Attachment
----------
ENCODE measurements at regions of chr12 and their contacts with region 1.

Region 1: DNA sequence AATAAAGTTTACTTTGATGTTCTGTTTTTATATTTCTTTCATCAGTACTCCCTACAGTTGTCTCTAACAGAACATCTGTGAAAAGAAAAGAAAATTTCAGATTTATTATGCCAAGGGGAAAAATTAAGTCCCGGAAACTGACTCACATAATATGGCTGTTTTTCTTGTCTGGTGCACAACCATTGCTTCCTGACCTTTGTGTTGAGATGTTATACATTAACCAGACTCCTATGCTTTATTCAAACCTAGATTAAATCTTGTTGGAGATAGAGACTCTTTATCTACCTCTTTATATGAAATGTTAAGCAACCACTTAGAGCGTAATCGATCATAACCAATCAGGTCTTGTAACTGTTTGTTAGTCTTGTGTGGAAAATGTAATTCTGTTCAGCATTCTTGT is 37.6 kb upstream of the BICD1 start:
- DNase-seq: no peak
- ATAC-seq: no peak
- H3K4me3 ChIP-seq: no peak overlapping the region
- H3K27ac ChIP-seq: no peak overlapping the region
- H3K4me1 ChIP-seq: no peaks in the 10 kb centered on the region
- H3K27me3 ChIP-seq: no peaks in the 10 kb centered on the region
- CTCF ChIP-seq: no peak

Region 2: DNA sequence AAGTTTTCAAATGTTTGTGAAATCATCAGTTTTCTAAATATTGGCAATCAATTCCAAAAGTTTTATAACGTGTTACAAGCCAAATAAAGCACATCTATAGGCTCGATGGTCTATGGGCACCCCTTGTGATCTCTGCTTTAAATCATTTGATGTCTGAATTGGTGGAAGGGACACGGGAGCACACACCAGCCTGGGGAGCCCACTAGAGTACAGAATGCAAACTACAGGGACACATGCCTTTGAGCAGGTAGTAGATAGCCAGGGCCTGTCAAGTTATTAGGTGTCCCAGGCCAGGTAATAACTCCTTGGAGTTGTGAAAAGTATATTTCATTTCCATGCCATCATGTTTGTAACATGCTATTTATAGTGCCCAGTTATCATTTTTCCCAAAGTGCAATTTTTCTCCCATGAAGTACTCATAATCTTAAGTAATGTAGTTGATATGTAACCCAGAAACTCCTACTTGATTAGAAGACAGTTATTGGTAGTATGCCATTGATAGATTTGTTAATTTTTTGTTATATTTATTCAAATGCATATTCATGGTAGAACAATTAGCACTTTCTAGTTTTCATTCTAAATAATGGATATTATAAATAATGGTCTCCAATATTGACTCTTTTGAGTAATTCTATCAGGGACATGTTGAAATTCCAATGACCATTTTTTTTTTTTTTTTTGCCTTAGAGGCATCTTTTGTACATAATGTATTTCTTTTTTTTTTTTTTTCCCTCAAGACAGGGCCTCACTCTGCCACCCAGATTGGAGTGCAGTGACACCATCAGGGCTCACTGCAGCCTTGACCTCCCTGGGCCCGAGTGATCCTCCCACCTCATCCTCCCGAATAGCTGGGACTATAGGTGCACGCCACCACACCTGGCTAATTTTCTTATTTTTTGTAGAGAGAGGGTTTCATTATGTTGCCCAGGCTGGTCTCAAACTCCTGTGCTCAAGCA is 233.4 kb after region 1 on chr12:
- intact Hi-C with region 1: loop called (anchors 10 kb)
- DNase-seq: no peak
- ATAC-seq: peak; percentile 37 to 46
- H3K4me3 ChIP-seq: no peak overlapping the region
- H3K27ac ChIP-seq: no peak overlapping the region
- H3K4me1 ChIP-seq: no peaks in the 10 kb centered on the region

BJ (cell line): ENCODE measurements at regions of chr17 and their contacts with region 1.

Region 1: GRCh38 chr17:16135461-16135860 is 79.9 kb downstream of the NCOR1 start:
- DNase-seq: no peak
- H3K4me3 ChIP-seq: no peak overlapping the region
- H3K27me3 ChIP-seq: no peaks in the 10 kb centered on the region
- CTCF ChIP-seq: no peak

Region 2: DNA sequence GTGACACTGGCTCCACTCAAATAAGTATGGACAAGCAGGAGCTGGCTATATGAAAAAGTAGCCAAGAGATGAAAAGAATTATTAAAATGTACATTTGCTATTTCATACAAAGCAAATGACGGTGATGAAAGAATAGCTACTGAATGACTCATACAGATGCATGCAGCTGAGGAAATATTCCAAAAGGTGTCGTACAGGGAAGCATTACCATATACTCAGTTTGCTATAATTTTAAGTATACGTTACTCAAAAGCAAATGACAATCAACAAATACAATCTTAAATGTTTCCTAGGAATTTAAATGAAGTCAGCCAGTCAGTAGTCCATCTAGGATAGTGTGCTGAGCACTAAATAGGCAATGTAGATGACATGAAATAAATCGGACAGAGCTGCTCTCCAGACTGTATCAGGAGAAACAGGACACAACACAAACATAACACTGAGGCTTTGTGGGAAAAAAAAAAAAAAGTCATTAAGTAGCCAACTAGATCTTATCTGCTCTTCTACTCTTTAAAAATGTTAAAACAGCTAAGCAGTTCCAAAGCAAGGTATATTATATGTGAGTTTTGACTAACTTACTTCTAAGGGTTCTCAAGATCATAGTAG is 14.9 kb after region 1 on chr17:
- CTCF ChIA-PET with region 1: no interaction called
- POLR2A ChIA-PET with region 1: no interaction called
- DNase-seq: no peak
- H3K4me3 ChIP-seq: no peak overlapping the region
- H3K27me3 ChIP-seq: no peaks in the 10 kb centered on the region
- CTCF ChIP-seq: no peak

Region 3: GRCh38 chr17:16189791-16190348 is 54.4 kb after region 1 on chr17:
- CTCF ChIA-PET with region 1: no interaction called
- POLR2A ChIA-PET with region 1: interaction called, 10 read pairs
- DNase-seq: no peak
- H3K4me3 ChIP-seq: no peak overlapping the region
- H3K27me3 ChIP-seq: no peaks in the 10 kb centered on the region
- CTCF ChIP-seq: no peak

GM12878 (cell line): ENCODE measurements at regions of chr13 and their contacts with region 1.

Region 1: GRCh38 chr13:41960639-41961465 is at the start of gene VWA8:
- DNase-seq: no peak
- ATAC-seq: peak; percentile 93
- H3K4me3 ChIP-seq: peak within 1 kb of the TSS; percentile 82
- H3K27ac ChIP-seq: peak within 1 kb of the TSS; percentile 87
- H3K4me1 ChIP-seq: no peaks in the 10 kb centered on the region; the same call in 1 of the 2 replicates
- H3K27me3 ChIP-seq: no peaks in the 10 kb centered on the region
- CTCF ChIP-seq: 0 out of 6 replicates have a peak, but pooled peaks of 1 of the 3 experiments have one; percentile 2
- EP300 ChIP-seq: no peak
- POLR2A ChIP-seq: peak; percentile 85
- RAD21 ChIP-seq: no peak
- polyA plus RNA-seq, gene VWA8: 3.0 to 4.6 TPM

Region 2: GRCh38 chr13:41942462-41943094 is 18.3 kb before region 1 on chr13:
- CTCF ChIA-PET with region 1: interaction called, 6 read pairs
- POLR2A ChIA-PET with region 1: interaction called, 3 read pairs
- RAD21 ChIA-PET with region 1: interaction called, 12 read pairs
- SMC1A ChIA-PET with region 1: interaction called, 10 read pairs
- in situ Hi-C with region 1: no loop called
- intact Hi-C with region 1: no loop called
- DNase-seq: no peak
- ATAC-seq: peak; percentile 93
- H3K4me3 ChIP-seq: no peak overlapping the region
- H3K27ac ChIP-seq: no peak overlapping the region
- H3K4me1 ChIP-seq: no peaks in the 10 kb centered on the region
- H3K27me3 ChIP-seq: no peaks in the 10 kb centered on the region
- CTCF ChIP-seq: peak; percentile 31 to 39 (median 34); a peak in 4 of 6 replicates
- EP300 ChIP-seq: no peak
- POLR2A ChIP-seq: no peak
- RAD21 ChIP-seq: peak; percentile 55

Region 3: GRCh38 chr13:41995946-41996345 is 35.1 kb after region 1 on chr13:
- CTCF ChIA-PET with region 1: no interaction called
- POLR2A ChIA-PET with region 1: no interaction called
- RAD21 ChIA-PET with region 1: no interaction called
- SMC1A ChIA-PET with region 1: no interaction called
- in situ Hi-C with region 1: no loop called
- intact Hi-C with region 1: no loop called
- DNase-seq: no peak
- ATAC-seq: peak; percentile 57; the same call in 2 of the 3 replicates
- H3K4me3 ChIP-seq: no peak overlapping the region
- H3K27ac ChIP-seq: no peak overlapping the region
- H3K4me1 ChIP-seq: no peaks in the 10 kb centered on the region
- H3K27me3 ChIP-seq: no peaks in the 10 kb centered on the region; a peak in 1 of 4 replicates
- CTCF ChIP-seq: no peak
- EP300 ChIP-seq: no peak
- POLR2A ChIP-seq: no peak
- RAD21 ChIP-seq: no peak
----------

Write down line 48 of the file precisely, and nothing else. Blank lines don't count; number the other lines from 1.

- RAD21 ChIP-seq: no peak